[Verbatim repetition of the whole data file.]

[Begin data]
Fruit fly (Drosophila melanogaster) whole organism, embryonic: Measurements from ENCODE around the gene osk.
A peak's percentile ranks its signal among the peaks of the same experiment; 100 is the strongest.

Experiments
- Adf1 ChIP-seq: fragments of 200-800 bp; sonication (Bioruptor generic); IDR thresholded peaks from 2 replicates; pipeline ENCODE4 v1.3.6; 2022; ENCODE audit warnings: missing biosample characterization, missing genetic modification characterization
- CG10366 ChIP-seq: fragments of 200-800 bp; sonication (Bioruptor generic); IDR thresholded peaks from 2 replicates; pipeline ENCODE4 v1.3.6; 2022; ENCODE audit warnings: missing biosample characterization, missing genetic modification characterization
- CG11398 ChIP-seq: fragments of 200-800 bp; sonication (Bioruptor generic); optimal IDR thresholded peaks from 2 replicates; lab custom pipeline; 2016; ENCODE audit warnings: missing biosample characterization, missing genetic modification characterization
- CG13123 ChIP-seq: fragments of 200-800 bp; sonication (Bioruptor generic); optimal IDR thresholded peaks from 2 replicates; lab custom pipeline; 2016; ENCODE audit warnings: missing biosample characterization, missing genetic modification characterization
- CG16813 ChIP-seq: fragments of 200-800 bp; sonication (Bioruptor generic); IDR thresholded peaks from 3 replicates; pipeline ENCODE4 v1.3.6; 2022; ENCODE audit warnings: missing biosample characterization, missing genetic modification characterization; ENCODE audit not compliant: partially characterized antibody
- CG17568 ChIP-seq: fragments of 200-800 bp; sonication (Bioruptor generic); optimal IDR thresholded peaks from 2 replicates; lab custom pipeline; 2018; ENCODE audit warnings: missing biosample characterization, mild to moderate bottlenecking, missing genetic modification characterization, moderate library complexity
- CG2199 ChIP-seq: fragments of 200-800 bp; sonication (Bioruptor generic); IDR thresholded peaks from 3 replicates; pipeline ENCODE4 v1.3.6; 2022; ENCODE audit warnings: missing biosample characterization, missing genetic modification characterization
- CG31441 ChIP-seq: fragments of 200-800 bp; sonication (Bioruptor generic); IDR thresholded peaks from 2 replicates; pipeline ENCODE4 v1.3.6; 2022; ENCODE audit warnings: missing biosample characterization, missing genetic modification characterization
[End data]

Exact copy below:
Fruit fly (Drosophila melanogaster) whole organism, embryonic: Measurements from ENCODE around the gene osk.
A peak's percentile ranks its signal among the peaks of the same experiment; 100 is the strongest.

Experiments
- Adf1 ChIP-seq: fragments of 200-800 bp; sonication (Bioruptor generic); IDR thresholded peaks from 2 replicates; pipeline ENCODE4 v1.3.6; 2022; ENCODE audit warnings: missing biosample characterization, missing genetic modification characterization
- CG10366 ChIP-seq: fragments of 200-800 bp; sonication (Bioruptor generic); IDR thresholded peaks from 2 replicates; pipeline ENCODE4 v1.3.6; 2022; ENCODE audit warnings: missing biosample characterization, missing genetic modification characterization
- CG11398 ChIP-seq: fragments of 200-800 bp; sonication (Bioruptor generic); optimal IDR thresholded peaks from 2 replicates; lab custom pipeline; 2016; ENCODE audit warnings: missing biosample characterization, missing genetic modification characterization
- CG13123 ChIP-seq: fragments of 200-800 bp; sonication (Bioruptor generic); optimal IDR thresholded peaks from 2 replicates; lab custom pipeline; 2016; ENCODE audit warnings: missing biosample characterization, missing genetic modification characterization
- CG16813 ChIP-seq: fragments of 200-800 bp; sonication (Bioruptor generic); IDR thresholded peaks from 3 replicates; pipeline ENCODE4 v1.3.6; 2022; ENCODE audit warnings: missing biosample characterization, missing genetic modification characterization; ENCODE audit not compliant: partially characterized antibody
- CG17568 ChIP-seq: fragments of 200-800 bp; sonication (Bioruptor generic); optimal IDR thresholded peaks from 2 replicates; lab custom pipeline; 2018; ENCODE audit warnings: missing biosample characterization, mild to moderate bottlenecking, missing genetic modification characterization, moderate library complexity
- CG2199 ChIP-seq: fragments of 200-800 bp; sonication (Bioruptor generic); IDR thresholded peaks from 3 replicates; pipeline ENCODE4 v1.3.6; 2022; ENCODE audit warnings: missing biosample characterization, missing genetic modification characterization
- CG31441 ChIP-seq: fragments of 200-800 bp; sonication (Bioruptor generic); IDR thresholded peaks from 2 replicates; pipeline ENCODE4 v1.3.6; 2022; ENCODE audit warnings: missing biosample characterization, missing genetic modification characterization